Interview with Ty Roberts and Lane Garrison

Director and Star of “The Iron Orchard”

Dallas, Texas, February 20, 2019

Dr. Ronald P. Salfen, DFW Film Critics Association


Ron Salfen:  One of the things that struck me about the movie is that it started in 1939, and I kept thinking, “Soon we're going to get some mention of World War II, “ but there was none.

Ty Roberts:  Yeah, that was a whole tangent we explored.  In the book, it mentions that being an oil field worker saved him from the draft.

RS:  Ah, because the oil production was vital to the war effort.

TR:  Exactly.  But when we filmed a scene about it, it didn't resonate like we wanted it to, so it hit the chopping block.  It did not make the cut.  And my grandfather was in the oil patch in the 30's and 40's and did not go to the War, because he was servicing oil rigs.  So I wanted to put it in the movie, but it's not a one-line deal.  It became an intricate thing involving more than 11 minutes, and I decided there were other parts I wanted to include instead.  And we also weren't doing anything else in the society that reflected the War effort, either, so it just didn't fit. Honestly, when we do the television series, we'll devote a whole couple of episodes! (laughs)

Lane Garrison: You know, usually you read the book first and then the script, but I read the script first, and didn't know the book existed.  I was so blown away by the script, and I was amazed to discover that many others have approached this, Paul Newman, Clint Eastwood, Robert Redford, producer after producer, but nobody could crack the code until now.  That tells you something about the power of the story.

RS:  In the “for what it's worth department,” I was waiting for you to get back with Lee.

LG:  You know, it's funny, my Aunt said to me, “You are such a jerk.  What you did to that poor young lady.”  (laughs)  You know, it's about the oil industry, but I'm kind of a good, old-fashioned romantic, hey, I loved “Titanic,” and I'm not ashamed to say it!  There's a great love story there, and a great lesson for us stubborn guys about what life and love is all about.  I'm blown away by all of it, and so happy to be out here promoting it.  You know, the first guys we showed this to were oil men and their wives, and at the end of the movie, we get a standing ovation, so I knew we had something special.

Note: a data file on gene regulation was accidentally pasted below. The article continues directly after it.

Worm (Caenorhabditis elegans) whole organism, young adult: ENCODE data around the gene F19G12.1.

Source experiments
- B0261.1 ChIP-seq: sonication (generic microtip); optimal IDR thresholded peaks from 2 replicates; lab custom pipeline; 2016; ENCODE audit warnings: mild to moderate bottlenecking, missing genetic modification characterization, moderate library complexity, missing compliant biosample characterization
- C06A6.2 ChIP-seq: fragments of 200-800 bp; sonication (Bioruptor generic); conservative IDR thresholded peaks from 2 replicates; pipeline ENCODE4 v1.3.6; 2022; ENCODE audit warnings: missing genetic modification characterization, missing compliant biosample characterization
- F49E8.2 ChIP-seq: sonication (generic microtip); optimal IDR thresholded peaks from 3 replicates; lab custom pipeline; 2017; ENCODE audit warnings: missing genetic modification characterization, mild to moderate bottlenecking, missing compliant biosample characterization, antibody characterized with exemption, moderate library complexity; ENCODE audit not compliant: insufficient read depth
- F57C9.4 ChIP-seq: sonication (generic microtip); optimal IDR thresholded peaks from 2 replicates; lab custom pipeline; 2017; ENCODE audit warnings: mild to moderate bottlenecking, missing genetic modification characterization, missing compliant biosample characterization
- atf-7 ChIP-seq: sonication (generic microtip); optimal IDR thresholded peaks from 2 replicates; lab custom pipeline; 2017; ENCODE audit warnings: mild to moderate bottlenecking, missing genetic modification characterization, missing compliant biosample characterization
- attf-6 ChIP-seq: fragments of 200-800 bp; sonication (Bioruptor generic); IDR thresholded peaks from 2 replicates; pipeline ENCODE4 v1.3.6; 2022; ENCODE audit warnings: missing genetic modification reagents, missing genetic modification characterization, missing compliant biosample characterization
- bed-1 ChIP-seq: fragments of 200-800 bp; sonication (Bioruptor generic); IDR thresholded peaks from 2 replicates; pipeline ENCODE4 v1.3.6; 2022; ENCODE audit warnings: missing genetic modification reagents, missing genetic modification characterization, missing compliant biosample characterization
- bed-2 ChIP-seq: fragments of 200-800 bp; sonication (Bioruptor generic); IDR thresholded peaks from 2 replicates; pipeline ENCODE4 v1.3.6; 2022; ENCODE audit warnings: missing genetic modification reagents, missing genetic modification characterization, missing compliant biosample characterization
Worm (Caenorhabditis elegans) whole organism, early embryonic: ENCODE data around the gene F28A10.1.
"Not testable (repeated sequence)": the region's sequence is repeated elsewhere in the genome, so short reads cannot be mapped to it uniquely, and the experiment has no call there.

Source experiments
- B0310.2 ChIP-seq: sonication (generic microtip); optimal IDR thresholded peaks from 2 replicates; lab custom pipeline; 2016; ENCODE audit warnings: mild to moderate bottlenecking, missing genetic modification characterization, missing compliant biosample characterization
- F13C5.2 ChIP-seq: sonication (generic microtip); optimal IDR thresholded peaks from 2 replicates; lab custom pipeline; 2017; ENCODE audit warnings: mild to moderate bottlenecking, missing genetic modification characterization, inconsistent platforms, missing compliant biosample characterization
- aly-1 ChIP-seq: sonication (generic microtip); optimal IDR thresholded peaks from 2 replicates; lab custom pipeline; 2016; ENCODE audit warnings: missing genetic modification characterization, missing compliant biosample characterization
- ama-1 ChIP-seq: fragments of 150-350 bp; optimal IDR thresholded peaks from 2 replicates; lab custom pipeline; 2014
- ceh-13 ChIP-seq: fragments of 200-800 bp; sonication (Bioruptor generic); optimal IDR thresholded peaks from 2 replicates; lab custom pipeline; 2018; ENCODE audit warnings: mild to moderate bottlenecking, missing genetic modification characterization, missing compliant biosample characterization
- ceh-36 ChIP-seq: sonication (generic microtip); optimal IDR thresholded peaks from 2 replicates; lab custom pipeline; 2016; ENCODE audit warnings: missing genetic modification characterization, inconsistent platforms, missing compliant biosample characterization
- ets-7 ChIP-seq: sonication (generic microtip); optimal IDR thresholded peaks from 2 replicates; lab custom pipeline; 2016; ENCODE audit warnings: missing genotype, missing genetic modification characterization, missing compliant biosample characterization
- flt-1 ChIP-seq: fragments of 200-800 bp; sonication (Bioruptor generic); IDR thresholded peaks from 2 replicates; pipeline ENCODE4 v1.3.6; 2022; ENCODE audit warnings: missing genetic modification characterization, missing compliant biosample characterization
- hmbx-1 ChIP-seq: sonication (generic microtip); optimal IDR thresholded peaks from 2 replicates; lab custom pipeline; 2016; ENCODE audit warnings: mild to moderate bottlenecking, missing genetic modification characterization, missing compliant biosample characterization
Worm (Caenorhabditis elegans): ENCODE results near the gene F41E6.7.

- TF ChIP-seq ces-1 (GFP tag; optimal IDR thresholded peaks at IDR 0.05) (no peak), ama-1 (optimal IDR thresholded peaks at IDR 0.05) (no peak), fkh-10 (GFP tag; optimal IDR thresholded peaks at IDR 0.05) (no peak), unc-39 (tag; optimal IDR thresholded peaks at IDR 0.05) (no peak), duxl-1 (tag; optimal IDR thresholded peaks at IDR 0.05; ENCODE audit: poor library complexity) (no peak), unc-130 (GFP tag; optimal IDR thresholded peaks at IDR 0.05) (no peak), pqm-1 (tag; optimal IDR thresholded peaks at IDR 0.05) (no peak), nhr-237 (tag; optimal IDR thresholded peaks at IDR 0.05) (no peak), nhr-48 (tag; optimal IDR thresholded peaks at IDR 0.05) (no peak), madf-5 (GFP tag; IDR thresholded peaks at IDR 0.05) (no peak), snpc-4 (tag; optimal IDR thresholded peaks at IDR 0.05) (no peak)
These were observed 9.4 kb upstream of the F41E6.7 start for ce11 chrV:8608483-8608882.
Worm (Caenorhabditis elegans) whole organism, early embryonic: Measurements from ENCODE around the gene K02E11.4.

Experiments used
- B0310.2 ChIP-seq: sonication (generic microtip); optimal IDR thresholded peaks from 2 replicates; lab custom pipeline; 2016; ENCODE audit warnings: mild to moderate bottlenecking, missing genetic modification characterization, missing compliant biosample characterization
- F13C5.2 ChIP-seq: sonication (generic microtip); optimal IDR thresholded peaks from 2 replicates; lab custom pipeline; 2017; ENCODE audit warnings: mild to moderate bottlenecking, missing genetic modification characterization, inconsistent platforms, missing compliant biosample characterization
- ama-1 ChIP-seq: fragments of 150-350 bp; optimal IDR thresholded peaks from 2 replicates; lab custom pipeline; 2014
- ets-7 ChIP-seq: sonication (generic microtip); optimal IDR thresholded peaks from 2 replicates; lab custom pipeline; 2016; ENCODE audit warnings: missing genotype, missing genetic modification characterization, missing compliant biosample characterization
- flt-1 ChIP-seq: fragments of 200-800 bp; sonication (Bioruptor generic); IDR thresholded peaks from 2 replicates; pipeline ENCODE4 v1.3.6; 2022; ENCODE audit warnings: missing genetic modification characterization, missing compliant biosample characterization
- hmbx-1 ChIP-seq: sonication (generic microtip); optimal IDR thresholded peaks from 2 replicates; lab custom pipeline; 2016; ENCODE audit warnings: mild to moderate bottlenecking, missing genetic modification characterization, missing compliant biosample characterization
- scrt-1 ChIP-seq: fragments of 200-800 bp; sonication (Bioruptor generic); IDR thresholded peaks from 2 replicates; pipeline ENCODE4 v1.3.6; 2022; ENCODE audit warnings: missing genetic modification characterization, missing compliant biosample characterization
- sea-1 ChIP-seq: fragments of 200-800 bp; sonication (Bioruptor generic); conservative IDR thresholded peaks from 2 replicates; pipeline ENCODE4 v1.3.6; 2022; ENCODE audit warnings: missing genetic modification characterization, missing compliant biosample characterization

RS:  I like the way you developed that relationship with Lee, from the first glances on the truck, then she offers you the ride, and it's all awkward.

LG:  It's funny, Ali's from Chicago, and the rest of us were Texans.  It's 115 degrees, a swarm of tarantulas, she'd never seen a cow in his life.  I remember asking Ty, “I don't know about this actress; I don't know if I can work with her.”  And he says, 'Just trust me, man.' “  And I thought the romance part was beautiful---so beautiful my wife will not watch this film!  (laughs) You know, when Ty was directing me, he would say, “Give me that Jim McNeely swagger,” and he'd walk away.

TR:  He had the elements down; he didn't have to dig too terribly deep for that.  He was the person made for this role.  All I had to do was give him certain direction for specific moments, especially when there were a lot of changes in the character.  But he is the guy; he tapped into it very easily.

LG:  The book was such a great backstory.  And I had a very similar upbringing as Jim McNeely, and it just struck a chord with me.

RS:  My first reaction of you with Mazie was “How could you?”  And later I thought that it kind of vindicated your previous rejection by her.

LG: Yes, I thought his motivation in general stemmed from his early upbringing, he wanted respect.

But the finances are not what make men worthy.


Dr. Ronald P. Salfen, DFW Film Critics Association